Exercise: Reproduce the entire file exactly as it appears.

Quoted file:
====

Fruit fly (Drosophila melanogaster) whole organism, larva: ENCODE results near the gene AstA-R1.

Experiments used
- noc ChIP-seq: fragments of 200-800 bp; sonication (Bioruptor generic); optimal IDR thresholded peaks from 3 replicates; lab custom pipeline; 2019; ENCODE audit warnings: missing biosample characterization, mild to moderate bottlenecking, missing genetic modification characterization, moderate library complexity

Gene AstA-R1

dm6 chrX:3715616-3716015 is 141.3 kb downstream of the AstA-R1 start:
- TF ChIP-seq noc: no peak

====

Fruit fly (Drosophila melanogaster) whole organism, larva: ENCODE results near the gene AstA-R1.

Experiments used
- noc ChIP-seq: fragments of 200-800 bp; sonication (Bioruptor generic); optimal IDR thresholded peaks from 3 replicates; lab custom pipeline; 2019; ENCODE audit warnings: missing biosample characterization, mild to moderate bottlenecking, missing genetic modification characterization, moderate library complexity

Gene AstA-R1

dm6 chrX:3715616-3716015 is 141.3 kb downstream of the AstA-R1 start:
- TF ChIP-seq noc: no peak